February 14, 2010

Long overdue plugs

Some of you may have noticed that I've added two "Books to buy" to the right side of the page. The two items I'm talking about are the Maple Street Press Twins Annual 2010 and the Minnesota Twins 2010 Prospect Handbook. So instead of just telling you to buy these, I'm going to give you a little more information on them.

Since last summer, the Twins Centric group of John Bonnes, Seth Stohs, Nick Nelson and Parker Hageman have been busy working on several publications. With both the Trade Deadline Primer 2009 and Offseason GM Handbook 2009 available to purchase, the Twins Centric group helps lead a plethora of Twins bloggers in their latest venture the Maple Street Press Twins Annual 2010.

In all, 17 different writers were given the opportunity to have an article of theirs published in the magazine. My article was on the Twins focusing more on signing international prospects. But if you're scared by me being in it, you can rest assured that there are 128 pages of great content from much better writers.

I received a copy of the magazine on Wednesday and I have to say that the amount of content is overwhelming and it will make a great gift for any Twins fan. If you'd like to learn more about the MSP Twins Annual 2010, including who else is in it, click here.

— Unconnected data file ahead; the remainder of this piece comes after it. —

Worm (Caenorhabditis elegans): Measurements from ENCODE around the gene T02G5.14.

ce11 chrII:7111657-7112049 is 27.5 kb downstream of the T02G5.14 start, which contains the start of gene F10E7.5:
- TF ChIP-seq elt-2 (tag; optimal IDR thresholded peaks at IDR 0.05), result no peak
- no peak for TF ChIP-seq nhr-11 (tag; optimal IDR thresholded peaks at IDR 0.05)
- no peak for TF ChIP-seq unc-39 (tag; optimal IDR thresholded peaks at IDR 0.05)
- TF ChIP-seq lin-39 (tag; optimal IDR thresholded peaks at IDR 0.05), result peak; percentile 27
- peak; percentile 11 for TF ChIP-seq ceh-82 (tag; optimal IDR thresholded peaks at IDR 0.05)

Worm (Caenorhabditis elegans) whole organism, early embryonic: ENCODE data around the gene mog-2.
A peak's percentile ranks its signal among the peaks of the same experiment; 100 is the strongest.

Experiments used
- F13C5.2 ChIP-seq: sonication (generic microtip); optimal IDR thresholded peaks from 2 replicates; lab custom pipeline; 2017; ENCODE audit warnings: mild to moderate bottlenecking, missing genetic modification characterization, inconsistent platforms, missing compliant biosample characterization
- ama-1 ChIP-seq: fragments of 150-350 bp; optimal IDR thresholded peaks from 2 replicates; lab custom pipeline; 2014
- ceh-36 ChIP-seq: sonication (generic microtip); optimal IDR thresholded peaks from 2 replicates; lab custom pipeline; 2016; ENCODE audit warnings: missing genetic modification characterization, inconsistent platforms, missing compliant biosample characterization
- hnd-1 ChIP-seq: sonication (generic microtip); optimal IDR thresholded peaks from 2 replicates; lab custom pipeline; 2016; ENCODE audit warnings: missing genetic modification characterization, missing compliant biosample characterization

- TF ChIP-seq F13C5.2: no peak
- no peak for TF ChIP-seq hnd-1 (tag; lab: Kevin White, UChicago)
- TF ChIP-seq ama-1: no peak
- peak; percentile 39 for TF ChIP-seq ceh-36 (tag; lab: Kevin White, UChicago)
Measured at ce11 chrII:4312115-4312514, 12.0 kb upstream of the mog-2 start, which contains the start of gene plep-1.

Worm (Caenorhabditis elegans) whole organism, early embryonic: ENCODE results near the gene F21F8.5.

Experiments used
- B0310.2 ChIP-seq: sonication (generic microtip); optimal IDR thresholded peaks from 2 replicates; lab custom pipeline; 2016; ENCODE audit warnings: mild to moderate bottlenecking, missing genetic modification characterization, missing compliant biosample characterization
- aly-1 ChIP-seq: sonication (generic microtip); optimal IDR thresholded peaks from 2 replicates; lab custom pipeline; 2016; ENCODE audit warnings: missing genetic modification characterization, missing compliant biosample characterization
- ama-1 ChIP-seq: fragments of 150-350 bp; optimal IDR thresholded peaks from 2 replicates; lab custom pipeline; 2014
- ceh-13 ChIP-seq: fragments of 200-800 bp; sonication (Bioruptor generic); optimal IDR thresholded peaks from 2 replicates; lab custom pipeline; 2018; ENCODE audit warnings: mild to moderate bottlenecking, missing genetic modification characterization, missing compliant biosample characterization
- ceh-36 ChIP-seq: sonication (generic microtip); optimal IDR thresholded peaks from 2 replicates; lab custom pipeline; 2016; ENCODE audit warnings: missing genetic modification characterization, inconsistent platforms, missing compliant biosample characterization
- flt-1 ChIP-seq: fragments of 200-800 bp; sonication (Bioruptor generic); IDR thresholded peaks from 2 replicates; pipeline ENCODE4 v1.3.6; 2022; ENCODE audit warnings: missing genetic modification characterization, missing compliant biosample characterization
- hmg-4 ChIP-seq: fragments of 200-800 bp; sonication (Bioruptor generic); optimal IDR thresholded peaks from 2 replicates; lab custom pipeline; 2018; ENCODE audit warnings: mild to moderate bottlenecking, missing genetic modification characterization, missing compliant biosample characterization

Minnesota Twins 2010 Prospect Handbook

And if you're interested in learning more about Twins prospects, I cannot recommend this next item enough. Seth Stohs wrote his first Minnesota Twins Prospect Handbook last year and it was a great first project. But much like the Twins Centric group, he continues to out-due himself from his last project and his Minnesota Twins 2010 Prospect Handbook is a must buy for anyone that has any interest in what is going on in the Twins farm system.

Whether you're a Minor League expert or don't know a single player, this handbook caters to everyone's knowledge. With over 123 pages of coverage and 150 prospect profiles, this handbook is chalked-full of premium Twins prospect coverage. Here's what you can expect from the handbook:

The Minnesota Twins 2010 Prospect Handbook is at the publisher. Now, it will still be two or three weeks before it will be available, but starting today, you can pre-order your copy(ies) of the book. The first 75 books pre-ordered will be signed by yours truly. You can see the book’s cover below. If you click on it (or Click here), you will be taken to a PayPal page where you can pre-order copies. The book will sell for $13.95, but if you pre-order in January (through Sunday), you can get your copy for the same price as last year’s book, $12.95.

Last year’s book had 81 pages. The 2010 Minnesota Twins Prospect Handbook has 123 pages. And this year… We’ve got some pictures! There are stories on:

· Foreword by Kelly Thesier

· Just over 150 Twins minor league profiles

o With more in-depth statistics and splits